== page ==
Ad campaigns love a star. That’s why Brad Pitt is the face of this film, despite playing anything more than a supporting role. As Lt. Aldo Raine, Pitt is the leader of a special squad full of vengeful Jews who are unleashed on Nazi occupied France during WWII. This is actually quite minor to the plot since everything crucial centers around Shosanna Dreyfus (Mélanie Laurent), a young lady also seeking revenge.
Their goals may intersect, but that doesn’t save the title from being a complete falsehood. Shosanna’s storyline is infinitely more interesting. A movie encompassing her revenge strategy could have been worthy of accolades, instead we are teased by it and forced into uncomfortable situations of expansive real-time dialogue filling our running time till it teeters toward the three hour mark.
Inglourious Basterds is just part of Quentin Tarantino’s ongoing experimentation with audiences. At this point he knows how to please us, and he knows that people are going to show up for his camp embracing style. At this leg of his experiment, Tarantino is experimenting with expectations. Now I actually enjoy surprises, but the billing, tone, and lack of action run contrary to entertainment. There isn’t enough action to please fans of the war films. The character development is focused on the alleged supporting players. The dialogue is largely inconsequential. The tone switches from the dark and realistic vibe from introductory scene, to the over-the-top camp in the climax. The only — only — thing I can see being a plus for the film is Christoph Waltz as Col. Hans Landa. Aside from his character being dynamic for a villain, his performance has an eerie down to earth menace to it. Here’s a guy who will chat about your dairy cow’s milk one minute with all the curiosity of a school boy, then flip out and strangle you. What a shame to waste it here. Certainly far from glorious.
The film’s climatic highlight occurs at a movie theatre where all the German High Command will be taking in the latest from Minister of Propaganda Joseph Goebbels (Sylvester Groth). Shosanna and the “Basterds” have a chance to kill every one of them and effectively win WWII in one night while Hitler and pals watch Nation’s Pride. This fictional movie is about a single German soldier who held off 300 “enemy” troops while perched in a bell tower. The snippets I caught made me yearn for its release over that of our actual film. I saw a story about bravery. Somehow, in the eyes of a twisted agenda, every German soldier in this film’s interpretation of the world is a Nazi. Doesn’t matter if you were drafted, and fighting for the only country you can identify with: you are a Nazi.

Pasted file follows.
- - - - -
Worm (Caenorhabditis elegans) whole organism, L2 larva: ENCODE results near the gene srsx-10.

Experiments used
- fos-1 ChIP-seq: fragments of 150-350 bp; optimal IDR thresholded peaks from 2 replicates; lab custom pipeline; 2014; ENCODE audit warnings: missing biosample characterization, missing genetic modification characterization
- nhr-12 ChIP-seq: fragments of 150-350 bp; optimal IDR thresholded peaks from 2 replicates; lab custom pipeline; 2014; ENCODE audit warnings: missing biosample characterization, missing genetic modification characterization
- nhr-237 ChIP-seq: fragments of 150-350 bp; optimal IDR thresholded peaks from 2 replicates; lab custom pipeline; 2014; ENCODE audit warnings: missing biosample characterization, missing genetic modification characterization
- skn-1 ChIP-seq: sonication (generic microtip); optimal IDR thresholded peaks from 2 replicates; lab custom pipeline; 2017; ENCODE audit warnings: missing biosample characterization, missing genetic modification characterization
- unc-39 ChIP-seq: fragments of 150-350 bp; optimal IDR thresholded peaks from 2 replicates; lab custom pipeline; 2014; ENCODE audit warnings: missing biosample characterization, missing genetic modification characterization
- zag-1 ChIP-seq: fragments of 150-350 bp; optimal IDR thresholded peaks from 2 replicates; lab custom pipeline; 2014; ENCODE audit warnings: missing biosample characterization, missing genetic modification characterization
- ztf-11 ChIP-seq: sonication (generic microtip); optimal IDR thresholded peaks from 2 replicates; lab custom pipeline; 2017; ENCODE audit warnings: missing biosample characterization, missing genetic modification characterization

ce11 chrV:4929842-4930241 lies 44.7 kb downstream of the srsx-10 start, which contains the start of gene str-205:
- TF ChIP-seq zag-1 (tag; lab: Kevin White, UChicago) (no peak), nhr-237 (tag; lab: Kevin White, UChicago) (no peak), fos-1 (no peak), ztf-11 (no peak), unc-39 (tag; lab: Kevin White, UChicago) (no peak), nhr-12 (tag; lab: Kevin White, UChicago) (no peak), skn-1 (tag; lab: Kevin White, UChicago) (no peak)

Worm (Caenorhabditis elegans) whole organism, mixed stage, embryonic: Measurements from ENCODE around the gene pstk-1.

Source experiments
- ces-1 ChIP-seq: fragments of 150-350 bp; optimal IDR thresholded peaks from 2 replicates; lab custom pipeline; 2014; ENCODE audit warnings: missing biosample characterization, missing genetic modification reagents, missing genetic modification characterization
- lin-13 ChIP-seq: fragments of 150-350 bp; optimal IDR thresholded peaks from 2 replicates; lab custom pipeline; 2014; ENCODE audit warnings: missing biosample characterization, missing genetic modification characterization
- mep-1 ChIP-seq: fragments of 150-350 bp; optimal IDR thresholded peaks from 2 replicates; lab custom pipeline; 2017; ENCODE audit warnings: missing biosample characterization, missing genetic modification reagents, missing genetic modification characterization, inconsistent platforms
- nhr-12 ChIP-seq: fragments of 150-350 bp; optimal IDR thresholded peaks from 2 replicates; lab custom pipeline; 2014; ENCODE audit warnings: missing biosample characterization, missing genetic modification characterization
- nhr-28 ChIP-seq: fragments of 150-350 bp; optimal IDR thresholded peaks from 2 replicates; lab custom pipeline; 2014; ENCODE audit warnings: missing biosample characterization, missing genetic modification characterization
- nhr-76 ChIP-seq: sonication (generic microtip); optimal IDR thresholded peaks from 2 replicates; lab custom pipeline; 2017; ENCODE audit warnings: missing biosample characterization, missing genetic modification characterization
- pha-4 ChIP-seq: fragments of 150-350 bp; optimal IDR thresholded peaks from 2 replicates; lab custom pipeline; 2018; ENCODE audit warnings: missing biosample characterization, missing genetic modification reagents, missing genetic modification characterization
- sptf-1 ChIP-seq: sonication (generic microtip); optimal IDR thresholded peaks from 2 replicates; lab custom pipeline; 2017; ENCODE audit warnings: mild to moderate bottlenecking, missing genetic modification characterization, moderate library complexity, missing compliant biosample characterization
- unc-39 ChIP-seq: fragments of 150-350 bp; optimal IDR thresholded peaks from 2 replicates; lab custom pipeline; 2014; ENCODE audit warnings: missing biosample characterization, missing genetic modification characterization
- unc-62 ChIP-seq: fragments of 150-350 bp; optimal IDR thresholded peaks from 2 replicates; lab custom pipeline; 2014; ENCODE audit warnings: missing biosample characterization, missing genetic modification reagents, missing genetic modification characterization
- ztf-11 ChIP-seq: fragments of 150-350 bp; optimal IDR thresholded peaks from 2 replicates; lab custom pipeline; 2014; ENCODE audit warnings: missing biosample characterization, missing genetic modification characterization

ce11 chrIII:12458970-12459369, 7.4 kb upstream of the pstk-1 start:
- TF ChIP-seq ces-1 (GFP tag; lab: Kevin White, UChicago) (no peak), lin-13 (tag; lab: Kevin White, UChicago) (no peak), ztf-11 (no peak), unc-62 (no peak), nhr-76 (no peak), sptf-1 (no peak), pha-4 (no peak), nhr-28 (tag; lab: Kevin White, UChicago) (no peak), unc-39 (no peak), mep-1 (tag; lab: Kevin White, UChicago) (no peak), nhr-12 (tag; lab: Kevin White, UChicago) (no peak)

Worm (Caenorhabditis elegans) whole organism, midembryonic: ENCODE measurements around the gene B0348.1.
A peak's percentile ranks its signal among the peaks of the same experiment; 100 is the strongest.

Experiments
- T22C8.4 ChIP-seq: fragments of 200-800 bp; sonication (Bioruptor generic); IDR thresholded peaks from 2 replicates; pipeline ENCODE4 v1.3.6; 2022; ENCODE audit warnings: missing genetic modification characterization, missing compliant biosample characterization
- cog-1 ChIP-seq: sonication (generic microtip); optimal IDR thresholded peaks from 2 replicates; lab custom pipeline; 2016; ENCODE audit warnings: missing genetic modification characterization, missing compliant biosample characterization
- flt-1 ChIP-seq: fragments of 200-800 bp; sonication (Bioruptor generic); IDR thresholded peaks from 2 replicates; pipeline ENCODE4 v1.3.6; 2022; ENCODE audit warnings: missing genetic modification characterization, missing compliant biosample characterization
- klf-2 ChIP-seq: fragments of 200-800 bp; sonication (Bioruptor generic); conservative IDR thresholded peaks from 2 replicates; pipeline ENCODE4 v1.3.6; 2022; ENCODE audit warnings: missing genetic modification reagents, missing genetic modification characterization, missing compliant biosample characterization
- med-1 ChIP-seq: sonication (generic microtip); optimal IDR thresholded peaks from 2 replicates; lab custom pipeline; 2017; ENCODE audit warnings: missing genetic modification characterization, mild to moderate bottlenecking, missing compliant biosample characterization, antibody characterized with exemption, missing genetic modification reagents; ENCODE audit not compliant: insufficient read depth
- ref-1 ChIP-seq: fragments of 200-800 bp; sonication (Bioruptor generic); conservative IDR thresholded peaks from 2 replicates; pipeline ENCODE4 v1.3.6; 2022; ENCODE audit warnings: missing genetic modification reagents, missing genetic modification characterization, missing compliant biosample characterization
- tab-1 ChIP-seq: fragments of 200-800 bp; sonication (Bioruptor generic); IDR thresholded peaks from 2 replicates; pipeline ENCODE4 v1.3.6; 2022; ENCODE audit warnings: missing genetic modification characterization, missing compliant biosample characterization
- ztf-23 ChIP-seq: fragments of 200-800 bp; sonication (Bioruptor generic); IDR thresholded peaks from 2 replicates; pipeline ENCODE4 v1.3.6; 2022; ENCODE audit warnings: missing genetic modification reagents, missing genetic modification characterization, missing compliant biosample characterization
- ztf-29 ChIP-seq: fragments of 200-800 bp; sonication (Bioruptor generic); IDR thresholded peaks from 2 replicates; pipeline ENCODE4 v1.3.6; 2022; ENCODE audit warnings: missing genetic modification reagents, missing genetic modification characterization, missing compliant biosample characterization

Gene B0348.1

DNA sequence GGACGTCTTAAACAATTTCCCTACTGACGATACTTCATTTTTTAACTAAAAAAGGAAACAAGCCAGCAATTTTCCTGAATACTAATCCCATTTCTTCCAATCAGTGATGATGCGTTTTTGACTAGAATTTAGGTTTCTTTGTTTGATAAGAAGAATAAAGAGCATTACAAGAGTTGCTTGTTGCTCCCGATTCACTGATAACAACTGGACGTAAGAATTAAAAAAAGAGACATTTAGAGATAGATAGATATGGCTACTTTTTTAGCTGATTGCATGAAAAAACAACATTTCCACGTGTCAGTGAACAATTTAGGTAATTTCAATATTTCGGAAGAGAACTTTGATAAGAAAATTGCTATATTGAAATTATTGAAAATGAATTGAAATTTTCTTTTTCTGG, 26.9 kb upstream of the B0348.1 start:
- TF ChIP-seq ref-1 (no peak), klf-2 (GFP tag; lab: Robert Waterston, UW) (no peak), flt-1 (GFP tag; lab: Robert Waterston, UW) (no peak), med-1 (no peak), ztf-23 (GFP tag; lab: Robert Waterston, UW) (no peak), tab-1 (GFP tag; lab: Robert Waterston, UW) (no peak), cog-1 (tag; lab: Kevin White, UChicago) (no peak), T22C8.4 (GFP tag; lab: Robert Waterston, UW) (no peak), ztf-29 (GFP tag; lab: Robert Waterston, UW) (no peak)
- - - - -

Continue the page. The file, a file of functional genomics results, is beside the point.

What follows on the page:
Tarantino writes himself into a mess and can’t direct himself out. Interrogation is brought to the forefront since it comprises large sums of the running time. I’ll grant him that there is tension the first time around, and it was welcoming to see character development occur through a third-person. Still, that opening scene didn’t need to be in real time. Cutting it in half would have given up nothing, and gained a tighter script. What I saw on screen suggests an even longer film, sine many of the “Basterds” are mere faces. I distinctly recall one of them having zero lines, and zero character attributes. The way the film wraps-up suggests that half of them were written out for unknown reasons. One of them, known as “the Little Man”, was somehow written in. He gets captured in a manner that defies logic since he wasn’t playing a role in the end scheme.
I fail to see how society can benefit from this lazy film. The action is so sparse, jokes require a German film background, (that Leni Riefenstahl sure was a funny gal) and it’s not entertaining by any other means. The situation has little relevance toward reality other than an effort to reignite the long since stamped out flames of hate. We get it! Nazis suck, but so does this movie. *½